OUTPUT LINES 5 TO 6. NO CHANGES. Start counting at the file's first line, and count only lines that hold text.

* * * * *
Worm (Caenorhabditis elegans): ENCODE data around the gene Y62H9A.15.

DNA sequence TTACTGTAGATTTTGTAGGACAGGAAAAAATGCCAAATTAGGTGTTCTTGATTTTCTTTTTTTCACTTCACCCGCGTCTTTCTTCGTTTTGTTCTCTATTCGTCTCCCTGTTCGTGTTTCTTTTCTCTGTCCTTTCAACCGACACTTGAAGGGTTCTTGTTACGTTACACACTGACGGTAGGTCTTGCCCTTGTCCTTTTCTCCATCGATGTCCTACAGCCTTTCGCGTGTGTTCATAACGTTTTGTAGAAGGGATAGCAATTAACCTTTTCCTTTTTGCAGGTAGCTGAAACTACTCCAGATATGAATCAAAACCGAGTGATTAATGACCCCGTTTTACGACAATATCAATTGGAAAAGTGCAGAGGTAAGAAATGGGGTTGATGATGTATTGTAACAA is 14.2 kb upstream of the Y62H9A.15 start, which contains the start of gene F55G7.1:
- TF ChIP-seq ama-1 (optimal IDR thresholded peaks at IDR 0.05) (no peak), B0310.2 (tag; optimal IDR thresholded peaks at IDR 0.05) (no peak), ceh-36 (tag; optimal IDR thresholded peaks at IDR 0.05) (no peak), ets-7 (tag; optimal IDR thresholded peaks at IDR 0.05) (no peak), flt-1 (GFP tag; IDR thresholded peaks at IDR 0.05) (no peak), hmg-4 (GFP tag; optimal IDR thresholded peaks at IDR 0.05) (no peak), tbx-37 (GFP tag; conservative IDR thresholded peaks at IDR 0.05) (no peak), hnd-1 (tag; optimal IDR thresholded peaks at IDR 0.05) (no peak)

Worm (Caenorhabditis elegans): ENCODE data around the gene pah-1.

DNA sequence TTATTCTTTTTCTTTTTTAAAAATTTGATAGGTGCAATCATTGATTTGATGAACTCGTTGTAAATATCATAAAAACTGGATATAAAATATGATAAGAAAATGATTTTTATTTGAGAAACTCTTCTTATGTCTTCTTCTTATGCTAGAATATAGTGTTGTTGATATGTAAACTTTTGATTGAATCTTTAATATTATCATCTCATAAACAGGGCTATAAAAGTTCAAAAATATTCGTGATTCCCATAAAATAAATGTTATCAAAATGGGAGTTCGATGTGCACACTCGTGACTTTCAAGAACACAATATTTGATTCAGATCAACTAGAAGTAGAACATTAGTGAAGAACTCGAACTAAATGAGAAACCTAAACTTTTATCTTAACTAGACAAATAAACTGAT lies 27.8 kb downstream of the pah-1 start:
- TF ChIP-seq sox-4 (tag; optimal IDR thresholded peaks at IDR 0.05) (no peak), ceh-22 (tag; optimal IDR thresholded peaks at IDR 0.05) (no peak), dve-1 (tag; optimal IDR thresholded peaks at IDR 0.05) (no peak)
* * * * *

DNA sequence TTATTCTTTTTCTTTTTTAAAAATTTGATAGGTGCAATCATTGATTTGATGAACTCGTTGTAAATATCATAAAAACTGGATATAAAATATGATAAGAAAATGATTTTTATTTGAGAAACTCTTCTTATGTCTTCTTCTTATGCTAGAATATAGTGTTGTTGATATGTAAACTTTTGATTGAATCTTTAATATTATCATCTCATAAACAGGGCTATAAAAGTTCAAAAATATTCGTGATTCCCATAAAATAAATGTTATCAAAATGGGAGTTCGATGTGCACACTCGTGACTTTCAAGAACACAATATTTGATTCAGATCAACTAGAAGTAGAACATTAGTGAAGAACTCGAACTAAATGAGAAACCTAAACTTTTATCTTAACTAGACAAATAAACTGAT lies 27.8 kb downstream of the pah-1 start:
- TF ChIP-seq sox-4 (tag; optimal IDR thresholded peaks at IDR 0.05) (no peak), ceh-22 (tag; optimal IDR thresholded peaks at IDR 0.05) (no peak), dve-1 (tag; optimal IDR thresholded peaks at IDR 0.05) (no peak)